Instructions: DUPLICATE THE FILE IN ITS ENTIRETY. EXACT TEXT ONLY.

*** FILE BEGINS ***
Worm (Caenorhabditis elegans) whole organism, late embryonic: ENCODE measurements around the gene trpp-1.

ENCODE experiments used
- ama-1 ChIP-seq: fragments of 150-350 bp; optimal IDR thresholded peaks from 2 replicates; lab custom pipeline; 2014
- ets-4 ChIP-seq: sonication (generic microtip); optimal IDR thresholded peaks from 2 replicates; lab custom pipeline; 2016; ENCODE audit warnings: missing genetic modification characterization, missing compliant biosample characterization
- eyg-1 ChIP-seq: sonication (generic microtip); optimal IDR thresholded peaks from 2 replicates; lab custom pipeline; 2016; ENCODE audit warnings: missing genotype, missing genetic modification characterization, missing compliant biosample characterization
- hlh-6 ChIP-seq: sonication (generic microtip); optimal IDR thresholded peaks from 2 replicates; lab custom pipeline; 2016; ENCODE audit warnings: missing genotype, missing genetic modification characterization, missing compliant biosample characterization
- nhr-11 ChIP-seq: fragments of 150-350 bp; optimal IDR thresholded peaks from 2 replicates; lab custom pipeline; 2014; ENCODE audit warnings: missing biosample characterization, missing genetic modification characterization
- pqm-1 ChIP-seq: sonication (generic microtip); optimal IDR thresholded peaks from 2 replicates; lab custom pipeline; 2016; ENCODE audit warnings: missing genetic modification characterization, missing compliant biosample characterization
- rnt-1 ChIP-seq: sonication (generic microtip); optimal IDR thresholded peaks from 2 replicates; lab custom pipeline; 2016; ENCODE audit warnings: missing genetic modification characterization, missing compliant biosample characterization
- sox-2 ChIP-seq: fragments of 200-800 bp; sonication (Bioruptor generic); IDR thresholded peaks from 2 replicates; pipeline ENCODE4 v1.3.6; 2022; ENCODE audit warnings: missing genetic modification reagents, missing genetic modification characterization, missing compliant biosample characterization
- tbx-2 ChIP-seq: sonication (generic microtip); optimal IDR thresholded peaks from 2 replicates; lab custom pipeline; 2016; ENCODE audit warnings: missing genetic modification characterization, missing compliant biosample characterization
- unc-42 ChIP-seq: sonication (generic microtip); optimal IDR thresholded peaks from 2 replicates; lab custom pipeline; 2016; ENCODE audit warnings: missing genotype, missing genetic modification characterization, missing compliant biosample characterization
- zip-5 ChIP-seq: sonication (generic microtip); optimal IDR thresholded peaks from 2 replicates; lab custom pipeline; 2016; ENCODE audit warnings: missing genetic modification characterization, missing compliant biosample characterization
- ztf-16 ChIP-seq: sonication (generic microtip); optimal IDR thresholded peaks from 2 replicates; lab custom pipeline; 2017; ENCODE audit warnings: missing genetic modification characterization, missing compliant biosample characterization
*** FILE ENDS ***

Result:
Worm (Caenorhabditis elegans) whole organism, late embryonic: ENCODE measurements around the gene trpp-1.

ENCODE experiments used
- ama-1 ChIP-seq: fragments of 150-350 bp; optimal IDR thresholded peaks from 2 replicates; lab custom pipeline; 2014
- ets-4 ChIP-seq: sonication (generic microtip); optimal IDR thresholded peaks from 2 replicates; lab custom pipeline; 2016; ENCODE audit warnings: missing genetic modification characterization, missing compliant biosample characterization
- eyg-1 ChIP-seq: sonication (generic microtip); optimal IDR thresholded peaks from 2 replicates; lab custom pipeline; 2016; ENCODE audit warnings: missing genotype, missing genetic modification characterization, missing compliant biosample characterization
- hlh-6 ChIP-seq: sonication (generic microtip); optimal IDR thresholded peaks from 2 replicates; lab custom pipeline; 2016; ENCODE audit warnings: missing genotype, missing genetic modification characterization, missing compliant biosample characterization
- nhr-11 ChIP-seq: fragments of 150-350 bp; optimal IDR thresholded peaks from 2 replicates; lab custom pipeline; 2014; ENCODE audit warnings: missing biosample characterization, missing genetic modification characterization
- pqm-1 ChIP-seq: sonication (generic microtip); optimal IDR thresholded peaks from 2 replicates; lab custom pipeline; 2016; ENCODE audit warnings: missing genetic modification characterization, missing compliant biosample characterization
- rnt-1 ChIP-seq: sonication (generic microtip); optimal IDR thresholded peaks from 2 replicates; lab custom pipeline; 2016; ENCODE audit warnings: missing genetic modification characterization, missing compliant biosample characterization
- sox-2 ChIP-seq: fragments of 200-800 bp; sonication (Bioruptor generic); IDR thresholded peaks from 2 replicates; pipeline ENCODE4 v1.3.6; 2022; ENCODE audit warnings: missing genetic modification reagents, missing genetic modification characterization, missing compliant biosample characterization
- tbx-2 ChIP-seq: sonication (generic microtip); optimal IDR thresholded peaks from 2 replicates; lab custom pipeline; 2016; ENCODE audit warnings: missing genetic modification characterization, missing compliant biosample characterization
- unc-42 ChIP-seq: sonication (generic microtip); optimal IDR thresholded peaks from 2 replicates; lab custom pipeline; 2016; ENCODE audit warnings: missing genotype, missing genetic modification characterization, missing compliant biosample characterization
- zip-5 ChIP-seq: sonication (generic microtip); optimal IDR thresholded peaks from 2 replicates; lab custom pipeline; 2016; ENCODE audit warnings: missing genetic modification characterization, missing compliant biosample characterization
- ztf-16 ChIP-seq: sonication (generic microtip); optimal IDR thresholded peaks from 2 replicates; lab custom pipeline; 2017; ENCODE audit warnings: missing genetic modification characterization, missing compliant biosample characterization